5 Factors That Affect Your Credit Score

If you’re looking to get a credit card or to take out a mortgage to purchase your first home, credit is an essential tool for helping people to meet their goals.  When applying for a line of credit, the higher your credit score, the more likely you will be to qualify, the more options you will have available, and the better interest rate you will receive.  Here are the 5 factors that influence your score and how to give your score a boost.

Payment History (35%)

Payment history is the biggest factor used to calculate your credit score. Late payments (even a couple of days), past due accounts, and accounts in collections all have a negative impact on your credit. Regular, on-time payment of the minimum amount or greater will improve your score. An on-time payment history in the range of 18 months or longer will begin to show results in a growing credit score. If your late payments are due to forgetfulness, set up automatic payments.  If you’re having trouble making ends meet, call your creditors and request a forbearance or payment deferral. They may also be able to waive late fees or even allow a lower payment for a period of time.


Amount Owed (30%)

Your credit utilization is determined by the amount you owe compared to the total credit limit available to you, expressed as a percentage. As a rule of thumb, your credit utilization should be no more than 30.

If you can make small payments throughout the month, this can help keep your balance down and lower your credit utilization.  The simplest way to decrease your credit utilization is to ask for a credit line increase.


Length of Credit History (15%)

The length of a borrower’s credit history is important. It’s an indication of the kind of borrower you may be in the future. In addition to the overall time an individual has had credit accounts open, credit history is also determined by how long specific types of accounts have been open, and how long it’s been since those accounts have been used. To improve credit history, get a secured credit card. Backed by a cash deposit, a secured credit card is a low-risk way for those who have not had a credit card to start building credit.  Also, closing a credit card can negatively affect your score, so keep cards open. If you have cards you aren’t using, placing a small recurring charge on them, such as a phone bill, can help to keep the card active while keeping your overall credit utilization low.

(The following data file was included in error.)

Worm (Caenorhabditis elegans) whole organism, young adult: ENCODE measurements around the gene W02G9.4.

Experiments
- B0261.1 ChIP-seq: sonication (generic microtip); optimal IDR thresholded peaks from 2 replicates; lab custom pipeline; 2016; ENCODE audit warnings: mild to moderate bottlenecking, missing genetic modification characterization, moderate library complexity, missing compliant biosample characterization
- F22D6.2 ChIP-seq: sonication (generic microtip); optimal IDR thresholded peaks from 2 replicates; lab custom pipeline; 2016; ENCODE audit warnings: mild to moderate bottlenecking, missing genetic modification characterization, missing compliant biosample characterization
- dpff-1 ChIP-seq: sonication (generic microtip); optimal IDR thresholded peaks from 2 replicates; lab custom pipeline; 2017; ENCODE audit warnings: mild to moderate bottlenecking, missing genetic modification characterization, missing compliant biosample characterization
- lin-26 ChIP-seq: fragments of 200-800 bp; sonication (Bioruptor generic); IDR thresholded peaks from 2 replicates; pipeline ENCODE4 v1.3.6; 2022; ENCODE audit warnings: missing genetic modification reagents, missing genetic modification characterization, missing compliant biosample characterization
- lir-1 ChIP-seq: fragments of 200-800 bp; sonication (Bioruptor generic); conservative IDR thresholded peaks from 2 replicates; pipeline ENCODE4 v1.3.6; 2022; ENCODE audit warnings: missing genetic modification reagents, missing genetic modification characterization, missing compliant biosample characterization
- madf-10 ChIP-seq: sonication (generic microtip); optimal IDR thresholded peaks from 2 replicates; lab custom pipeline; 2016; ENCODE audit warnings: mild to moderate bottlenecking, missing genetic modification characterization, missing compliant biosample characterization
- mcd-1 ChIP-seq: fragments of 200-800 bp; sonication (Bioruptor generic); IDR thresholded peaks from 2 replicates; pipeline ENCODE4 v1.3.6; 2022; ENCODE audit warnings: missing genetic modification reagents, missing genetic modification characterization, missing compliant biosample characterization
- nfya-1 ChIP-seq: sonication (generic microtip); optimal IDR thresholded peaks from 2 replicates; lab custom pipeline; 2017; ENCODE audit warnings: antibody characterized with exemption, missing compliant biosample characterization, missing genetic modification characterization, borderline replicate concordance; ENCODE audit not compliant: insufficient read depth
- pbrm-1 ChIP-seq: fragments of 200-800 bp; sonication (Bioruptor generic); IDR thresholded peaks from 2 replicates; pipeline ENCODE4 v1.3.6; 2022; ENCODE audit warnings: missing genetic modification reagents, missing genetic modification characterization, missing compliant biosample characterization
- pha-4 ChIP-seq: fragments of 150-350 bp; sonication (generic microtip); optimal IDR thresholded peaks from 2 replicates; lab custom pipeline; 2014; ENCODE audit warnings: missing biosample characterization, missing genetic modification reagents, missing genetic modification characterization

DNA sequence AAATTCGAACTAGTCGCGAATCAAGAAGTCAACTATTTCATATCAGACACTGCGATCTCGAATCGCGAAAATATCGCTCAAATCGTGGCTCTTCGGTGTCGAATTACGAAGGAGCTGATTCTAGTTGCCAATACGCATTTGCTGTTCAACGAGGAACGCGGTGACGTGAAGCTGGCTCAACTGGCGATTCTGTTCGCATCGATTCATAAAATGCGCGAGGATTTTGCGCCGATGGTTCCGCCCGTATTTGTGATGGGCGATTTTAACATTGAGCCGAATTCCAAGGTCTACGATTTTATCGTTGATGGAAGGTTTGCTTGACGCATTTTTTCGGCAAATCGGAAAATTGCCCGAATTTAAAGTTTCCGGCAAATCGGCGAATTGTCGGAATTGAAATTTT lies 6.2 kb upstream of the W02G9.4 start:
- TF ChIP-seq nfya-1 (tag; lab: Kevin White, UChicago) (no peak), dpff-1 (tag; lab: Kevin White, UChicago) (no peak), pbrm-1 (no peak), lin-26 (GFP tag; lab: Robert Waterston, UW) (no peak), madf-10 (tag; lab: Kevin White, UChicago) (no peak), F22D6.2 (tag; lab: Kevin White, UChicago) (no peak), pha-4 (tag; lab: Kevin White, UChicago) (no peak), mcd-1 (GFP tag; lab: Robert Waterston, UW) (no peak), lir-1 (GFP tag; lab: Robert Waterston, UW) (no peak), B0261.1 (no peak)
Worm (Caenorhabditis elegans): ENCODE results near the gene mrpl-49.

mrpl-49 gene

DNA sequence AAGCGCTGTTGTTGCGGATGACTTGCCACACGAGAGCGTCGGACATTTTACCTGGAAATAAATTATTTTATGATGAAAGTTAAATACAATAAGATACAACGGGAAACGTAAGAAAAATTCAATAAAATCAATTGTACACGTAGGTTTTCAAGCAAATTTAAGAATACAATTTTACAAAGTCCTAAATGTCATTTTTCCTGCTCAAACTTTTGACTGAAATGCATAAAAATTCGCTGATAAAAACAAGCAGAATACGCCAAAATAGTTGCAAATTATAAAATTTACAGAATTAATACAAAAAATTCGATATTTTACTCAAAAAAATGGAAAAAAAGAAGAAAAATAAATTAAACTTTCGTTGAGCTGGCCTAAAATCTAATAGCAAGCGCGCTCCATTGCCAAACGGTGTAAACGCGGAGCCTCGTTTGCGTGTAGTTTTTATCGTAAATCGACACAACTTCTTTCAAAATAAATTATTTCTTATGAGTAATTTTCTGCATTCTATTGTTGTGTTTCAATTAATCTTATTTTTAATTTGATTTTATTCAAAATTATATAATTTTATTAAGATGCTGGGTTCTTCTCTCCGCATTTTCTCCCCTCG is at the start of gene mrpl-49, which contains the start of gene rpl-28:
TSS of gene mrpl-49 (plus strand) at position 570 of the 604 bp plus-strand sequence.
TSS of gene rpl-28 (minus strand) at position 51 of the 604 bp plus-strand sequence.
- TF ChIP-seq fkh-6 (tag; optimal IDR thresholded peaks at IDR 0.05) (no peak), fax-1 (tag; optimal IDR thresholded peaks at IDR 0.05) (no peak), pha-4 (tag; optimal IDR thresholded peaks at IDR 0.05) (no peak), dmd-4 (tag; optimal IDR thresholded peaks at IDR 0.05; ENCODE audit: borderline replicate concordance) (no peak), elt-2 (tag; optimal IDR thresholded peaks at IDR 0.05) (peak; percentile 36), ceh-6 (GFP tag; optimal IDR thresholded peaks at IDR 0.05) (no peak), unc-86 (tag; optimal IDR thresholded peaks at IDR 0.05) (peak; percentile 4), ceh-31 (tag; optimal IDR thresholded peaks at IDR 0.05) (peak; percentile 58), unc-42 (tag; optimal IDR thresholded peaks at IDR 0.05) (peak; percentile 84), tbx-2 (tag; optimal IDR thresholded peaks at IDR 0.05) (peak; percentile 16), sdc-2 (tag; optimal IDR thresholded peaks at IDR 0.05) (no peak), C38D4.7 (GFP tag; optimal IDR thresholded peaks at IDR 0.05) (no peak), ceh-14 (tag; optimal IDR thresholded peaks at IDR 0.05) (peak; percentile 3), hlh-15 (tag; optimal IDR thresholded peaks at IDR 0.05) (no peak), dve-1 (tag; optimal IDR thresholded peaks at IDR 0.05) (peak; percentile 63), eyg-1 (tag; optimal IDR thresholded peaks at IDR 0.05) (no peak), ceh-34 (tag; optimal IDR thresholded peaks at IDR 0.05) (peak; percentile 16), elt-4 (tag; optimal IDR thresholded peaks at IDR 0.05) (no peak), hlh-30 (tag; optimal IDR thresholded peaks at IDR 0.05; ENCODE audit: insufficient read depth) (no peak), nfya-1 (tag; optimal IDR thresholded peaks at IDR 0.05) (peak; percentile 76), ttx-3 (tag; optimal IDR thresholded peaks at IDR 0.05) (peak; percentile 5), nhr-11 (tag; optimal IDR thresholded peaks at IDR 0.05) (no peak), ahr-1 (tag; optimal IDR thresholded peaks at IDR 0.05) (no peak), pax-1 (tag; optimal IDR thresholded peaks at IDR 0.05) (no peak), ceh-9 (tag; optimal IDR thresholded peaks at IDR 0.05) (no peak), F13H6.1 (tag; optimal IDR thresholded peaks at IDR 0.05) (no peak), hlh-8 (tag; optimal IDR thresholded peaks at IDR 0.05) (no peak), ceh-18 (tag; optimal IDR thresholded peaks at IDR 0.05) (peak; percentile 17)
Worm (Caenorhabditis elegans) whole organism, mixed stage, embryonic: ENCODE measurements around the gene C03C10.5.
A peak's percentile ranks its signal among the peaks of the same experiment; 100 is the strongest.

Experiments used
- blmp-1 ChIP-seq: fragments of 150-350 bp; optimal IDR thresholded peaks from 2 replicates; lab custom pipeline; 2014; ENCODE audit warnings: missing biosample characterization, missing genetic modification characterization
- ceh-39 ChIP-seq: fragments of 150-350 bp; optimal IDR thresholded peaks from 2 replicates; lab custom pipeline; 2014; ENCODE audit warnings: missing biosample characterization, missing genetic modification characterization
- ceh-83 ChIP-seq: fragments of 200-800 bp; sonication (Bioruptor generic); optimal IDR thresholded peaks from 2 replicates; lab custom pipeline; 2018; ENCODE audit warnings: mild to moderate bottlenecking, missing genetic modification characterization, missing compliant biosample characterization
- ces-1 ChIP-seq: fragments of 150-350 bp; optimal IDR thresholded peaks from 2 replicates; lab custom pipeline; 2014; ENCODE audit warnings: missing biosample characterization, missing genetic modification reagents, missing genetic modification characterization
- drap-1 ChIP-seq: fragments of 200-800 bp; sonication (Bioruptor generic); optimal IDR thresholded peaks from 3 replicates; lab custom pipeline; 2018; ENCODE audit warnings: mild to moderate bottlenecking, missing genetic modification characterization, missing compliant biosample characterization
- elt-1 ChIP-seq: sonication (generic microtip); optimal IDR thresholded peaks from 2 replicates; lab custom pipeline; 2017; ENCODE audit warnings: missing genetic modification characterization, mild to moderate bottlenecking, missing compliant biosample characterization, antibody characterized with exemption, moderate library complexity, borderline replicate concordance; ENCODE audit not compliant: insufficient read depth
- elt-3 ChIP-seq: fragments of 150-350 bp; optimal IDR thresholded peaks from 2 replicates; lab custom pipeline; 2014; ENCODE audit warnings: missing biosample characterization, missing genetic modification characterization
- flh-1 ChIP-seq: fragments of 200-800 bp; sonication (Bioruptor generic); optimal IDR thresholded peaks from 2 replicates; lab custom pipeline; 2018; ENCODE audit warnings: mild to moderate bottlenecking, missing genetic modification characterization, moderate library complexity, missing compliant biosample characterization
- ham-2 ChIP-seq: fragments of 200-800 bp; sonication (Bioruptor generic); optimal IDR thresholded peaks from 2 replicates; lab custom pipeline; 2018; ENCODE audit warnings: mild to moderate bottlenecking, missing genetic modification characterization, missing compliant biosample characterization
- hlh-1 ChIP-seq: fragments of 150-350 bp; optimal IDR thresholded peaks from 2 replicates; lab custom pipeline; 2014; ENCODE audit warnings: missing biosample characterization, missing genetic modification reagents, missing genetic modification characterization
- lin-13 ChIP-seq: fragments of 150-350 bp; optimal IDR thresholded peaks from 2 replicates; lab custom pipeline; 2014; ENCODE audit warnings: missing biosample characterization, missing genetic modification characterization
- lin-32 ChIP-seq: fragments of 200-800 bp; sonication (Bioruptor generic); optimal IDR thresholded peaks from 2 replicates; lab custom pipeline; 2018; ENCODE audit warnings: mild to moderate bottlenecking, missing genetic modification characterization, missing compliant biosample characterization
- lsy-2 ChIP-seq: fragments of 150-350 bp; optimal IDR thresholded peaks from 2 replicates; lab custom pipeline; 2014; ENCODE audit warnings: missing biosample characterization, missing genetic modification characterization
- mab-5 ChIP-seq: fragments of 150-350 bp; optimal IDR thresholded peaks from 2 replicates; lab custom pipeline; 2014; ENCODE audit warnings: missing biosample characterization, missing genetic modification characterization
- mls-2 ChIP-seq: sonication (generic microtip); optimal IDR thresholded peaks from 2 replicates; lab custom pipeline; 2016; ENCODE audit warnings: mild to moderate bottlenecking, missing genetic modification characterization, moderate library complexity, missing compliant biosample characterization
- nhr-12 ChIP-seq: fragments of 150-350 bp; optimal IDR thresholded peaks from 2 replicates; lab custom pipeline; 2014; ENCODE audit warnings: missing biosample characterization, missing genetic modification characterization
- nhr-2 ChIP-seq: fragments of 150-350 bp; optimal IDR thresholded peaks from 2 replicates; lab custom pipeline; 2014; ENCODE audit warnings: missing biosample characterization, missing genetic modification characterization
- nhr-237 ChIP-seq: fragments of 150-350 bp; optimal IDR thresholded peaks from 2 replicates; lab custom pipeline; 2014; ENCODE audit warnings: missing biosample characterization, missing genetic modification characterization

Credit Mix (10%)

Credit mix is determined by looking at the types of credit you are carrying (credit cards, installment loans, mortgage loans, etc.) as well as your payment history.  Your credit mix isn’t the most impactful category, and you shouldn’t pursue loans unless they make sense for your personal needs. In fact, you may already have a fair credit mix—things like credit cards, personal loans, auto loans, and mortgage loans are all considered different types of credit.


New Credit (10%)

Opening several credit accounts in a short time represents a more significant risk—especially for people who don’t have an established credit.  Open new credit accounts only as needed. Every time you apply for a new credit card, this creates a hard inquiry on your credit, which automatically lowers your score.  While multiple inquiries over a short time frame for credit cards may result in significant score damage, other types of inquiries—such as home or auto loans—are reported a little differently.  Since lenders know people often shop around, these types of inquiries won’t hit your report for 30 days, and when they do, they’ll be counted as a singular inquiry.


Remember: Your credit score is based on patterns over time, with an emphasis on more recent information. Improving credit won’t happen overnight, but with persistence and consistency, your score should gradually improve over time!